'Orange Slime' use in fighting fires debated (photos)

Fire Retardant

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The retardant is colored bright orange so that fire crews know where each discharge starts and leaves off.

Fire Retardant

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Cal Fire's Kevin Reed is one of more than 20 technicians, engineers, pilots and firefighters that are stationed at the Air Attack Base in Hemet, Calif.

Fire Retardant

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Fire retardant is mixed on site in Hemet, Calif. Each tank can hold up to 10,000 gallons of Phos-Chek, the commercial name for the retardant.

Fire Retardant

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Cal Fire air technician Kevin Reed starts the pumps that mix the powder retardant with water. During wildfires, Reed will mix retardant continuously to keep up with the need.

Fire Retardant

Maya Sugarman/KPCC

Water pours into 10,000-gallon tanks where the retardant is mixed. So far this year, the Hemet base has used 800 thousand gallons of retardant, twice the amount from last year.

Fire Retardant

Maya Sugarman/KPCC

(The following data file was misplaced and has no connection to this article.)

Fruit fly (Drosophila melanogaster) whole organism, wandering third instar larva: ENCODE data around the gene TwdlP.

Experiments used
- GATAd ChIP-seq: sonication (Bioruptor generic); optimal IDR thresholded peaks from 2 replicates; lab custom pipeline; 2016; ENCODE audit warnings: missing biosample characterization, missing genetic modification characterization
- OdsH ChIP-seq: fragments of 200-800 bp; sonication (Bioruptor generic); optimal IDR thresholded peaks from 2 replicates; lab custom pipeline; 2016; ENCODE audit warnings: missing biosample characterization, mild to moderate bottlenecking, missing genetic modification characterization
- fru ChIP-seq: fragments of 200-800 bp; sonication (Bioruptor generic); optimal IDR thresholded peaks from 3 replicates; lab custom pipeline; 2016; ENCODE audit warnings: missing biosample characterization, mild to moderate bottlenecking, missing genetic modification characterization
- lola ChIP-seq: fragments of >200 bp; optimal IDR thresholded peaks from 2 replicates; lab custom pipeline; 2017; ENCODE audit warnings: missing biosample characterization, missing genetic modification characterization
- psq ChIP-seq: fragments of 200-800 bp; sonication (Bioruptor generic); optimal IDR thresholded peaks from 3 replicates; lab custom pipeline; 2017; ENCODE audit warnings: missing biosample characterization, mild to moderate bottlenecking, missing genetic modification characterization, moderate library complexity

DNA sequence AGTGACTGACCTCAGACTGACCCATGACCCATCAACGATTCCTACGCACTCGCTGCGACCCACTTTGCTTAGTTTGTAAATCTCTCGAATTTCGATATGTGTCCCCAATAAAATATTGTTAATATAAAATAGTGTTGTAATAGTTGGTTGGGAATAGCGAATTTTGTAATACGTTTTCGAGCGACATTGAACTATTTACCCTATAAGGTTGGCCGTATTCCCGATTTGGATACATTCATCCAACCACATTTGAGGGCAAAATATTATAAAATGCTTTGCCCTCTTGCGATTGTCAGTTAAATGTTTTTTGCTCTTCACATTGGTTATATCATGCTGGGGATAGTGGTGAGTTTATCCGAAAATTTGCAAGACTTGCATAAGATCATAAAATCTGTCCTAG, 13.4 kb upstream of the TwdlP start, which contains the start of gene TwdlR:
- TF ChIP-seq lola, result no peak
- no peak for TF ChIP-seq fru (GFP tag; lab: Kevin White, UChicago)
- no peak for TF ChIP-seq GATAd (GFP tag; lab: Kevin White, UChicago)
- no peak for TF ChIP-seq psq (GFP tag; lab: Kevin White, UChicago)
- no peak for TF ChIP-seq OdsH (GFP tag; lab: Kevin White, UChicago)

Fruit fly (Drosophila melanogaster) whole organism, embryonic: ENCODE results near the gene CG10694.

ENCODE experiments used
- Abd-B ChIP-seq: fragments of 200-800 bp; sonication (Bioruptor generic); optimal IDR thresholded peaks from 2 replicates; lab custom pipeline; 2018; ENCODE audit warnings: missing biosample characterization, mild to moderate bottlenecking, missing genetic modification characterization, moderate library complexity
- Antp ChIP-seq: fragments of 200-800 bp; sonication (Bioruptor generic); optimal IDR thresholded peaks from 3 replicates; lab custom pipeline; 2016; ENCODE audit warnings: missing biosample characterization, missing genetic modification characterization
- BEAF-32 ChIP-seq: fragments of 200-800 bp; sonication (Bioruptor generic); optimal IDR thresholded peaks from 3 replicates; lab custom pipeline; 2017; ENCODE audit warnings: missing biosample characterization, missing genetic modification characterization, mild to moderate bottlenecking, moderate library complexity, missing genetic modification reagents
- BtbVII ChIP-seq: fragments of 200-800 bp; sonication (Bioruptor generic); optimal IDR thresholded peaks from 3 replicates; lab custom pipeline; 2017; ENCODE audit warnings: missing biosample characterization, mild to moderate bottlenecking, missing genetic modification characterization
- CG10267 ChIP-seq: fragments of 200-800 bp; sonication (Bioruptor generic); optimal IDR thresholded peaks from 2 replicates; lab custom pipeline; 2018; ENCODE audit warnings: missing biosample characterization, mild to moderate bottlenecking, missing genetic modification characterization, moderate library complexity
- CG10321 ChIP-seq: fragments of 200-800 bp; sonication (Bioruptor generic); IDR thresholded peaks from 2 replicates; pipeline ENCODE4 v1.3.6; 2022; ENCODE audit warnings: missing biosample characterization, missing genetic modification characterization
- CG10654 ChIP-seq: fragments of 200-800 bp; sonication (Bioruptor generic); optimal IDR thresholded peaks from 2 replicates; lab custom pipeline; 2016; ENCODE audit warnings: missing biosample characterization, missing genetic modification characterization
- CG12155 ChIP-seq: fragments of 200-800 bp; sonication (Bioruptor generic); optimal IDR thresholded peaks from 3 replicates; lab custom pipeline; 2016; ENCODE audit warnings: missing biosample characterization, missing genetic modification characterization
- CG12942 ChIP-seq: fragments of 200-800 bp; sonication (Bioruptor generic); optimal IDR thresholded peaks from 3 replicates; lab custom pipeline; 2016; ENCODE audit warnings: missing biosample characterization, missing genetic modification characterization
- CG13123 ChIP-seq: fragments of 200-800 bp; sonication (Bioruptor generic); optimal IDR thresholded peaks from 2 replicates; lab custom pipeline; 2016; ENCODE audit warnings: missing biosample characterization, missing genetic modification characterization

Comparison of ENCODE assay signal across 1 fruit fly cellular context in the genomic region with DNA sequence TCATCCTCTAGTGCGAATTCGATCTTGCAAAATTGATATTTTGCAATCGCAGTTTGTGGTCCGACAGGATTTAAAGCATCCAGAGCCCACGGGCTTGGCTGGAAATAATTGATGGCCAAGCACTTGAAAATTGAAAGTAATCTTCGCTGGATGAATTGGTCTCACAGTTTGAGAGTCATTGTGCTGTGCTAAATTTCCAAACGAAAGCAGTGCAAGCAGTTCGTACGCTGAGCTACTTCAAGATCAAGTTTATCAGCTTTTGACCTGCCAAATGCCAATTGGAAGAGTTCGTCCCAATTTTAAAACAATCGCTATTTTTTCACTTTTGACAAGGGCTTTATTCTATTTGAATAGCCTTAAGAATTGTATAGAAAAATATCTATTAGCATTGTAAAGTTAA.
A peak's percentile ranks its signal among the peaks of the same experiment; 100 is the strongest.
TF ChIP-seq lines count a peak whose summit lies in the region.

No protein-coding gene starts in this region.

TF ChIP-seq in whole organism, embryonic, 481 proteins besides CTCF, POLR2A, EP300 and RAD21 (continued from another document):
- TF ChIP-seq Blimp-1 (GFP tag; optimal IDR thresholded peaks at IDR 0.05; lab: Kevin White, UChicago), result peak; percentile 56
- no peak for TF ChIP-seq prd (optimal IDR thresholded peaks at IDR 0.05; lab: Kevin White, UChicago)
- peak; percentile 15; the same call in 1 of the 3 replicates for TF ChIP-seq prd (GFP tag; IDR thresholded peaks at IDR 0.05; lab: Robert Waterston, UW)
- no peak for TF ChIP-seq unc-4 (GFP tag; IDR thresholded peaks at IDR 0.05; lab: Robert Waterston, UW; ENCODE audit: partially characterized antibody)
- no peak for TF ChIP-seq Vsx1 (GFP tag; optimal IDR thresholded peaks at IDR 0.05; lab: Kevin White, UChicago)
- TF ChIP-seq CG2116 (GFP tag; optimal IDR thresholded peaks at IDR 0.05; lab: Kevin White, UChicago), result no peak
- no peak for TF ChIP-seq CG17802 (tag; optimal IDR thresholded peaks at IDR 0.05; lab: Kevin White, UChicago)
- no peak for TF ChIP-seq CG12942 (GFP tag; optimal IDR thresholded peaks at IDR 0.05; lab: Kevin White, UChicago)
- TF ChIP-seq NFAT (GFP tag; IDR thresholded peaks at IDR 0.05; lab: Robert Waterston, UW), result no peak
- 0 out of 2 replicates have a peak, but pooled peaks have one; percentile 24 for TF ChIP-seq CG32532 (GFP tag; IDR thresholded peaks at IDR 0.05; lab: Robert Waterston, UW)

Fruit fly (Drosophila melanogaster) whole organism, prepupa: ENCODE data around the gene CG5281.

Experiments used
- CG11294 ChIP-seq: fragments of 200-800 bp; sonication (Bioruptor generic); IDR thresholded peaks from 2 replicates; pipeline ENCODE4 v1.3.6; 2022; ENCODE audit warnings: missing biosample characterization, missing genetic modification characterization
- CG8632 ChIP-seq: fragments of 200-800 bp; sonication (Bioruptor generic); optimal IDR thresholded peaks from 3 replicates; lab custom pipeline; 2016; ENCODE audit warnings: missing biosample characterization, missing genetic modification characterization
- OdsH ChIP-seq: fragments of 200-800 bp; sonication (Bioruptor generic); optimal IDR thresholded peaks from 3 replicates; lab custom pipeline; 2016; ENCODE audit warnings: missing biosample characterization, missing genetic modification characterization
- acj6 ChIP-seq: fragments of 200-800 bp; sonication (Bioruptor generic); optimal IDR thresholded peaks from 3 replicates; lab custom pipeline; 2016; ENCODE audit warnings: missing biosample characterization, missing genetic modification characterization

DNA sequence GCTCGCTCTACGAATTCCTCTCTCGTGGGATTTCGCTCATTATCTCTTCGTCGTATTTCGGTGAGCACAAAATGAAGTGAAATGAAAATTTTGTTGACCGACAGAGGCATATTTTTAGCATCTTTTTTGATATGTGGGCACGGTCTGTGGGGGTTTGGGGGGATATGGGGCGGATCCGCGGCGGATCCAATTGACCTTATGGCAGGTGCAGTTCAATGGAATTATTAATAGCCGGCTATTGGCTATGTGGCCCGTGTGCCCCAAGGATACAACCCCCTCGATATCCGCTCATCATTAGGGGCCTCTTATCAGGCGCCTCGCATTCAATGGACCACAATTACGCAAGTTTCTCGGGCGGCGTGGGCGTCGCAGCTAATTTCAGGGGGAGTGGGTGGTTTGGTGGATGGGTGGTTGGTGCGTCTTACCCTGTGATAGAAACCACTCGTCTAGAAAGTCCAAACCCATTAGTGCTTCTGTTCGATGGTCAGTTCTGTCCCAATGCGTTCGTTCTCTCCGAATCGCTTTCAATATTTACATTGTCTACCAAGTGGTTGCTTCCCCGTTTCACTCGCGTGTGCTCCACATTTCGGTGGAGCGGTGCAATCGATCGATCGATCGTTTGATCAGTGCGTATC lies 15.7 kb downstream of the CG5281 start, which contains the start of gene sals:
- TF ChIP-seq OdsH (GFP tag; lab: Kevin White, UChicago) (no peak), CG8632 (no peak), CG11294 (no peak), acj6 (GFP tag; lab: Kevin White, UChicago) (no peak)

Cal Fire air technician Kevin Reed demonstrates how fire retardant is put in an air tanker at the Cal Fire Air Attack Base in Hemet, Calif. – one of 12 bases of its kind in California. This S-2T air tanker holds 1,200 gallons of retardant.

Fire Retardant

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Battalion chief Travis Alexander stands outside an air tactical aircraft. Alexander and other commanders can spend hours in the cockpit during a fire.

Fire Retardant

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With the push of a button from the cockpit, doors at the bottom of an S-2T air tanker open and release all 1,200 gallons of fire retardant.

Fire Retardant

Maya Sugarman/KPCC

Doors at the bottom of an S-2T air tanker open and release all 1,200 gallons of fire retardant. Timing is key, as all the retardant drops at once.

Fire Retardant

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Firefighters Adan Castro, left, and Anthony Pappani work in the control tower. Castro coordinates aircraft coming and going at the base.

Fire Retardant

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Deen Oehl, left, has been a tanker pilot for more than 30 years. Travis Bailey, right, is a base mechanic for Cal Fire in Hemet, Calif.

Fire Retardant

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Hearing protection muffs hang everywhere in Cal Fire's Air Attack Base in Hemet, Calif.

Fire Retardant

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Underneath an S-2T air tanker, which holds 1,200 gallons of fire retardant. This S-2T is one of 23 former military tankers that have been converted for Cal Fire's use during wildfires.


During wildfire season, the nightly news often shows images of tanker planes dropping orange liquid near the infernos.

That's fire retardant, a substance designed to slow and in some cases halt a blaze.